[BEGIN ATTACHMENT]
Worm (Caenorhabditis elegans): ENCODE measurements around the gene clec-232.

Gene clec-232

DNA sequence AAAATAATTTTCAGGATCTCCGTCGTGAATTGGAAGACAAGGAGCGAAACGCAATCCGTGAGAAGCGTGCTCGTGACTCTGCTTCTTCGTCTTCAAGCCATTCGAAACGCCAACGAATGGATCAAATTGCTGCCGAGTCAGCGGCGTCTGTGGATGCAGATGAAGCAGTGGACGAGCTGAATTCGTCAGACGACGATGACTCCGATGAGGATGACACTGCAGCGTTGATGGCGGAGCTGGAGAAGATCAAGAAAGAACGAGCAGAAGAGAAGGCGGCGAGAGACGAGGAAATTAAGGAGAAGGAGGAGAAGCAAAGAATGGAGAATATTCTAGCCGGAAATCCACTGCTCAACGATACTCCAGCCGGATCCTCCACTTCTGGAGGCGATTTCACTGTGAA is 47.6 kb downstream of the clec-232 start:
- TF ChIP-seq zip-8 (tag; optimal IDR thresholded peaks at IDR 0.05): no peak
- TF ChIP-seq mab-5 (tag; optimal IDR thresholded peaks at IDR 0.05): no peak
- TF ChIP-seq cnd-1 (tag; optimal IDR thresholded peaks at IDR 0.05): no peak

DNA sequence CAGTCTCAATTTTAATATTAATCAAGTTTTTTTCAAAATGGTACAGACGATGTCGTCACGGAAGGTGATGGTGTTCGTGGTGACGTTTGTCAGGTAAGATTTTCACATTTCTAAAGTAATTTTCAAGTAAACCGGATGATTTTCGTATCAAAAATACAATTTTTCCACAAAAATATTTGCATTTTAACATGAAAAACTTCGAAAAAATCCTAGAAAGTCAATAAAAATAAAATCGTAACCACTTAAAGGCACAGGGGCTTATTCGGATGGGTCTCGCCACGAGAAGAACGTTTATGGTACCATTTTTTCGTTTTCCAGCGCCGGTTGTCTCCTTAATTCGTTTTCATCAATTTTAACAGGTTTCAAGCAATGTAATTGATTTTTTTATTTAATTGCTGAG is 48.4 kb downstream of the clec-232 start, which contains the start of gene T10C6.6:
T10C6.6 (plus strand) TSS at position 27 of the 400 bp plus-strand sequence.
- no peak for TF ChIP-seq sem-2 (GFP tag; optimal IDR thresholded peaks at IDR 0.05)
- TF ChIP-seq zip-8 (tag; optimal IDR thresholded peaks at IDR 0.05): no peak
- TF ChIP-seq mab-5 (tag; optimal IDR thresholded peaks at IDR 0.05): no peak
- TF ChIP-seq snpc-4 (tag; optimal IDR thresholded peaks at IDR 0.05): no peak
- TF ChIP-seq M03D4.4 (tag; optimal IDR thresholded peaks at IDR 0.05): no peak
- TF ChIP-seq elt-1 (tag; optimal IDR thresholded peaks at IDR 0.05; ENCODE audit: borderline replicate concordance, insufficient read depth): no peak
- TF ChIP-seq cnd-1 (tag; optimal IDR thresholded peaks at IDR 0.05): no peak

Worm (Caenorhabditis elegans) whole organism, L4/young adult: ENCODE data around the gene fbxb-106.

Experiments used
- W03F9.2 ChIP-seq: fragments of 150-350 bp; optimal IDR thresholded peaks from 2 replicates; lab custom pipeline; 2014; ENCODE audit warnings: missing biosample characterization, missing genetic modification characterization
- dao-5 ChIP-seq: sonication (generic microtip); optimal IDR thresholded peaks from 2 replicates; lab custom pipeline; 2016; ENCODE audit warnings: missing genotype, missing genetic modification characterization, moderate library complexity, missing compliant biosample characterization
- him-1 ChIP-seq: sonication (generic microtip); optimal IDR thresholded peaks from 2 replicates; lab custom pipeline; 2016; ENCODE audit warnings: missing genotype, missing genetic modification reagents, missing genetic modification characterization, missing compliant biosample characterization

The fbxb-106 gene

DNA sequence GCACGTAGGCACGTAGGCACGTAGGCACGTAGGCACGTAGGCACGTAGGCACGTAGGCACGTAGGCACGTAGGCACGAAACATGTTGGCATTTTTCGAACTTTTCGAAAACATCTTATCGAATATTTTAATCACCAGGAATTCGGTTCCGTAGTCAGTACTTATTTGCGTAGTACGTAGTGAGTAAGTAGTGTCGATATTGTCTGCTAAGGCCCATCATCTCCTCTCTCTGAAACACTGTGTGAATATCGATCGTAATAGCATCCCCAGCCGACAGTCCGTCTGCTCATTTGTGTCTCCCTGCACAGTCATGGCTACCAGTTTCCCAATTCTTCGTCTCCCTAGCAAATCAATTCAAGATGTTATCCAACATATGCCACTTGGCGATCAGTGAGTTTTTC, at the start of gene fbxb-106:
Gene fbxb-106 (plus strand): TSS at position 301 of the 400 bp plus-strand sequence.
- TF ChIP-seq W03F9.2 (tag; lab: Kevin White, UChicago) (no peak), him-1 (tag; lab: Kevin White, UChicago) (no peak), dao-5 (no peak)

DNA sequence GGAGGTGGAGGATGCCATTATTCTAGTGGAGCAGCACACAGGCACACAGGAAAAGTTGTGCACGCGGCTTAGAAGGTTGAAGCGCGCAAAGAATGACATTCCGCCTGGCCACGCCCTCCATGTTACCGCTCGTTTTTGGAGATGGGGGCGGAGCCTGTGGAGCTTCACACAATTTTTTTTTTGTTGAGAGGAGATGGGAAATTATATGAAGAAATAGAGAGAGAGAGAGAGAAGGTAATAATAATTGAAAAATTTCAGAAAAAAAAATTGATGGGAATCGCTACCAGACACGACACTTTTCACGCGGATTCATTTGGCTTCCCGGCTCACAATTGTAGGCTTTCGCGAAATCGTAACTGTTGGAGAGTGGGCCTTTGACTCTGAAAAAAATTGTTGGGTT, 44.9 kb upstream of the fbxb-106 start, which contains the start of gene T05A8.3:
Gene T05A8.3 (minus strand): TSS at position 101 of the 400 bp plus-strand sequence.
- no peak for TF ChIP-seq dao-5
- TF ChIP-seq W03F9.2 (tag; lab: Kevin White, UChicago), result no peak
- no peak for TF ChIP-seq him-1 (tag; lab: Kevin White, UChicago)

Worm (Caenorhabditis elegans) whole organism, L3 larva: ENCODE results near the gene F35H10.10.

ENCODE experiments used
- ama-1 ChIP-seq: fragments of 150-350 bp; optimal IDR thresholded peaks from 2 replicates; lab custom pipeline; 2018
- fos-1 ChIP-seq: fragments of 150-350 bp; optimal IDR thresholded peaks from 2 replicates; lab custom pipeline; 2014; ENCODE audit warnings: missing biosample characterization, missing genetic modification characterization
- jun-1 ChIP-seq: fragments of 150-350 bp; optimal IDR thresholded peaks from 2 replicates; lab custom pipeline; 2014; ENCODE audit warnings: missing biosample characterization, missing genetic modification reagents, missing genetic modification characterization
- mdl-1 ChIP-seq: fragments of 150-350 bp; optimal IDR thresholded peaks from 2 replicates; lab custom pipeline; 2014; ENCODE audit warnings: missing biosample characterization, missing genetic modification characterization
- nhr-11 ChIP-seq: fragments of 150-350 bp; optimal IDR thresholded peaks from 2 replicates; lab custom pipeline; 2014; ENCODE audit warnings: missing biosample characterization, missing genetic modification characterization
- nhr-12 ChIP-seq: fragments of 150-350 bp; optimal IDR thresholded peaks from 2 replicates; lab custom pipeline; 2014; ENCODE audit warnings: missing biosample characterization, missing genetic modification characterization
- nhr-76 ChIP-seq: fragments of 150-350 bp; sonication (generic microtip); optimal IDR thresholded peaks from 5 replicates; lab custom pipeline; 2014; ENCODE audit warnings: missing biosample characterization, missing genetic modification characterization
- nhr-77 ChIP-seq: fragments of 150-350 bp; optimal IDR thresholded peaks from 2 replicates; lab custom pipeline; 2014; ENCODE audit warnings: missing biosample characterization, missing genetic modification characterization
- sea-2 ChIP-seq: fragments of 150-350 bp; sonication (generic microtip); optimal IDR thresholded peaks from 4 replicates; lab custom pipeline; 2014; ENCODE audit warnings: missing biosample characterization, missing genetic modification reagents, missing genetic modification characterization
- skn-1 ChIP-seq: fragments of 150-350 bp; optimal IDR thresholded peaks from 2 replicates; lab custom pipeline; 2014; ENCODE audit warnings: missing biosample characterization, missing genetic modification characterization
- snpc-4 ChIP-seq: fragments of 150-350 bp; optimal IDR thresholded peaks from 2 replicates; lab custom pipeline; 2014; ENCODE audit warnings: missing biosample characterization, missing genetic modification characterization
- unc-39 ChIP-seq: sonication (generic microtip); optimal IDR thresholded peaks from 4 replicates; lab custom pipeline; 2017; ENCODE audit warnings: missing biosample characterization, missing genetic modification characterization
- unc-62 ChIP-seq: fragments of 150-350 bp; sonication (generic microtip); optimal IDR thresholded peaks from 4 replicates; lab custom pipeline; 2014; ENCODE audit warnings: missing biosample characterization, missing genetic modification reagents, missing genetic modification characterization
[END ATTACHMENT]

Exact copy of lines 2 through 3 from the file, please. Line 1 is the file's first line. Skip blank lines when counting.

Gene clec-232

DNA sequence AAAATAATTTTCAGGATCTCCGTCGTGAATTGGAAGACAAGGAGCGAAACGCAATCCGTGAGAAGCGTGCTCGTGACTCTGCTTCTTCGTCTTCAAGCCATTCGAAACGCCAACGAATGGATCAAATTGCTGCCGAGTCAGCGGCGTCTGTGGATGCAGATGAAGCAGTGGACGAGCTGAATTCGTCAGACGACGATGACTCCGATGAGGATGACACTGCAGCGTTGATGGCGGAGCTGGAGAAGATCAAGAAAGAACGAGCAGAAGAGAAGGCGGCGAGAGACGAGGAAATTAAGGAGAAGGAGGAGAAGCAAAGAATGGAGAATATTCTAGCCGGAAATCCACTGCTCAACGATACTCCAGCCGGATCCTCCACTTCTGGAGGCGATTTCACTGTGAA is 47.6 kb downstream of the clec-232 start: